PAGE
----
If a Shapeways model is printed in the Netherlands, UK customers pay NO import taxes at present. Anything of value sent from outside of the EU gets hammered with tax! (Another BREXIT issue!)
Good points, Lars!
Resin kits are much improved of late, but remain, comparative to injection-molded plastic, very expensive, too expensive for many modelers, limiting the size of the market.
Consider how many resin manufacturers are no longer in business. In most cases, it is widely known that those businesses went out of business due to insufficient/declining sales, not because they weren't producing a good selection or good quality.
3D printing has tremendous potential. Presently, material well-suited for plastic modeling remains, however, expensive. The biggest complaint I receive from customers is cost. It is by far the number one sales killer. Shapeways, for example, has yet to have a profitable year. Shapeways' board replaced the CEO just two months ago. Material prices have been generally stagnant for 3 years and just after the new CEO took over, several materials were abruptly cancelled.
Shapeways customers buy best during sales (free shipping, 10% off for select materials, etc.). But Shapeways had just one "free shipping" weekend sale in all of 2017. It had 4 such sales the year before.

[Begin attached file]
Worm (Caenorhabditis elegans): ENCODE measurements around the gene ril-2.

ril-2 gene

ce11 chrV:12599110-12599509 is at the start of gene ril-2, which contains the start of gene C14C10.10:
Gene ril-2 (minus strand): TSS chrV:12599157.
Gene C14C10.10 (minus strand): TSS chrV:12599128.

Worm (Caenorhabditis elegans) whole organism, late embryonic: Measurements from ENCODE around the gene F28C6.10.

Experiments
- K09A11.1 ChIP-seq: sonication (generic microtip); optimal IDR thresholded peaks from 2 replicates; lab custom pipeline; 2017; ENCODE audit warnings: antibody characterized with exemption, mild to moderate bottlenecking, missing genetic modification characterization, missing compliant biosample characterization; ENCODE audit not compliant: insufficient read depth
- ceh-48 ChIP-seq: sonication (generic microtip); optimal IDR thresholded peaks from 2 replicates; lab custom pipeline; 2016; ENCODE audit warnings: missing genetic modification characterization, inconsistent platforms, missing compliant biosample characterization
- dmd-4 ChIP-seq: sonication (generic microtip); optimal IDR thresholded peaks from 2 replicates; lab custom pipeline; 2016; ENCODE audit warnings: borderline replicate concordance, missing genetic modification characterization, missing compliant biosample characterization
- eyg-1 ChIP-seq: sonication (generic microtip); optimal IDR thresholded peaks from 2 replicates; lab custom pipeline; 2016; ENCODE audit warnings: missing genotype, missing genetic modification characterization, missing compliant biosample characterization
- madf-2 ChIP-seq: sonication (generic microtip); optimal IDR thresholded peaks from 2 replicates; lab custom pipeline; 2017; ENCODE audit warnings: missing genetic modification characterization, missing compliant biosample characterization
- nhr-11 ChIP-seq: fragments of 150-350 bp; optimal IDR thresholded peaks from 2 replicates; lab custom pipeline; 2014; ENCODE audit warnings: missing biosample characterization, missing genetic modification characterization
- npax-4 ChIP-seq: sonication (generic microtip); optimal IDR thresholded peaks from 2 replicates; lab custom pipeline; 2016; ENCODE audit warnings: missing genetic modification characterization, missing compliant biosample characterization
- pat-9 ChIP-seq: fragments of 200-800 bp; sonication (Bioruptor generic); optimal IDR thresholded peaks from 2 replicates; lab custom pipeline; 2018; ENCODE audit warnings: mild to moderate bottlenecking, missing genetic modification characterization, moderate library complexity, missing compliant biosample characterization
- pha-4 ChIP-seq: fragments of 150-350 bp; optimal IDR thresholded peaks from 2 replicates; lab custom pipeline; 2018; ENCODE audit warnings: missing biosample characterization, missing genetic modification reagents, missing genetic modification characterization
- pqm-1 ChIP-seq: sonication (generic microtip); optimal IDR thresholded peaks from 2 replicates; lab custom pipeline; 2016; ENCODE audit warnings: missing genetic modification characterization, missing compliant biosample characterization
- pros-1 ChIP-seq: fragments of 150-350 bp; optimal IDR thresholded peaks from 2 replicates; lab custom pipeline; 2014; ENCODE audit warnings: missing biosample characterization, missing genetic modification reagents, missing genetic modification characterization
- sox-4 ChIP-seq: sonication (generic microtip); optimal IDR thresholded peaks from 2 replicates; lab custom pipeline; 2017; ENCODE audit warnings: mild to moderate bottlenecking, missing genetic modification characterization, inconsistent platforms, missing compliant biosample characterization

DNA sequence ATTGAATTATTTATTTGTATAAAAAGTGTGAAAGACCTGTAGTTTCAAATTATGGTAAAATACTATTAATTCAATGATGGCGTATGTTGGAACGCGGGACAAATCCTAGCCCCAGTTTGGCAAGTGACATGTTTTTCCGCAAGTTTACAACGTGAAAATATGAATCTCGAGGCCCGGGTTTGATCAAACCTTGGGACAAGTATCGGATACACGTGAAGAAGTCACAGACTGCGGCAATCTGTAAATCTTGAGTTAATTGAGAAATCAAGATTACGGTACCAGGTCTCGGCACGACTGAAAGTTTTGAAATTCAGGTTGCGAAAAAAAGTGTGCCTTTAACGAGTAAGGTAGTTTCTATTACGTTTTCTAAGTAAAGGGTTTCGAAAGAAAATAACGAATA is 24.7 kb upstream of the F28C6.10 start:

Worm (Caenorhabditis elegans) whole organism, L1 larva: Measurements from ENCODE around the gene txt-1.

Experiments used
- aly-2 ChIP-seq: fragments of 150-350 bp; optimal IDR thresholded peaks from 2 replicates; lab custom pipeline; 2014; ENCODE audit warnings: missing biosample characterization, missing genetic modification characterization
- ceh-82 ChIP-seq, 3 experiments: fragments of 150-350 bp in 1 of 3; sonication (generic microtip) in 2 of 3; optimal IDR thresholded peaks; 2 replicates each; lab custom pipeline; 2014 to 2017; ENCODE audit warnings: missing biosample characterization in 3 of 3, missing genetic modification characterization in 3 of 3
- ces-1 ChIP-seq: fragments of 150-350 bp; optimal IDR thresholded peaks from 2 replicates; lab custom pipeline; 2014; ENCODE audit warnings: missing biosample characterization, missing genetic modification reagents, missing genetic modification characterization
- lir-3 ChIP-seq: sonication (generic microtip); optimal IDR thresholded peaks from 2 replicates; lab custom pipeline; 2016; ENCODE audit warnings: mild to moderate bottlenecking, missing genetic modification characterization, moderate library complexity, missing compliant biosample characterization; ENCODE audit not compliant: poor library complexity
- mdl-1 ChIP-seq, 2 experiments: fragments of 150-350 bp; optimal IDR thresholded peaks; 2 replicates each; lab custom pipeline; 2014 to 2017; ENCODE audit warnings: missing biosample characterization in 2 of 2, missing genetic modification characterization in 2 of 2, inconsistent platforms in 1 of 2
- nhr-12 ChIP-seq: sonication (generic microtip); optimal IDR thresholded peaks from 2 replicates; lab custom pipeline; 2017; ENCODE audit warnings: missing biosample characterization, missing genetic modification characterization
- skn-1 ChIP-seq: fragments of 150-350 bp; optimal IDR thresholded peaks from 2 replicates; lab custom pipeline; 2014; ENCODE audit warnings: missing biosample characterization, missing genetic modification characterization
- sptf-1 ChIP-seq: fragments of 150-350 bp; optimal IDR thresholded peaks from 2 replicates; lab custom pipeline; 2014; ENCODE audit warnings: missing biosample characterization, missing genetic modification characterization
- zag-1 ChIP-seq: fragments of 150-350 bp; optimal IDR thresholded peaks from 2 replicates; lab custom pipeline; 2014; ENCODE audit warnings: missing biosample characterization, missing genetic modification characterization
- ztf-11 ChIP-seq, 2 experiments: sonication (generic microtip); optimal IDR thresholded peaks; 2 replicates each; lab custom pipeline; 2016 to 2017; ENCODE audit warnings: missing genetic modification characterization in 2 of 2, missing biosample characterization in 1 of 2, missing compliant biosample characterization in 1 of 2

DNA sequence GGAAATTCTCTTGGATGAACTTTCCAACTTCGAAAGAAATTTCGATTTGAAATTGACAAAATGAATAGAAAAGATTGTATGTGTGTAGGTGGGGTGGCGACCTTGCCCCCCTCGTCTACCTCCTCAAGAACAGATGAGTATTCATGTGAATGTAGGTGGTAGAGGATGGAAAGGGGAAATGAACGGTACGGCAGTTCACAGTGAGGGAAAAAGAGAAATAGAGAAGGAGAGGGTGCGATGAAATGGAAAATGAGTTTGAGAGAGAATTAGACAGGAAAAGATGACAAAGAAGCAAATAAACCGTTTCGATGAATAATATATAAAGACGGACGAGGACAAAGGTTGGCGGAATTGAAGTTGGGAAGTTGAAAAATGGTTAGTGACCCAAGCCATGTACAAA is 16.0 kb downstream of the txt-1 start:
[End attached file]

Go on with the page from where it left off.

Back to location, Shapeways produces its products in different locations, mostly in The Netherlands and in New York, but also by partners in places like Utah and the Czech Republic. Customers in the UK, Australia and Canada pay huge taxes and customs duties, often dwarfing the cost of the product itself, fees and duties that make many products unaffordable to customers there.
As you know, production location is also significant because it directly relates to size of market, market access and production costs (larger market helps keeps product costs down as does cheaper labor).
That's why Airifx outsourced to India and why Revell's production is in Poland. However, it should be noted that those places typically associated with cheap labor (Asia, eastern Europe) are becoming increasingly more expensive as wages in those locations rapidly increase. Although Asia continues to be a good source of cheaper labor, what was recently affordable to produce in Asia, is becoming less so. Consider Tamiya, for example. Since Trumpeter produces its products in a government-owned factory, it is widely believed that the cost to produce Trumpeter model kits is effectively subsidized. On other words, the price we pay is artificially lower than the actual cost.
From a modeler's perspective, these are certainly very good times. But from a business perspective, and long-term industry perspective, there is much to be concerned about.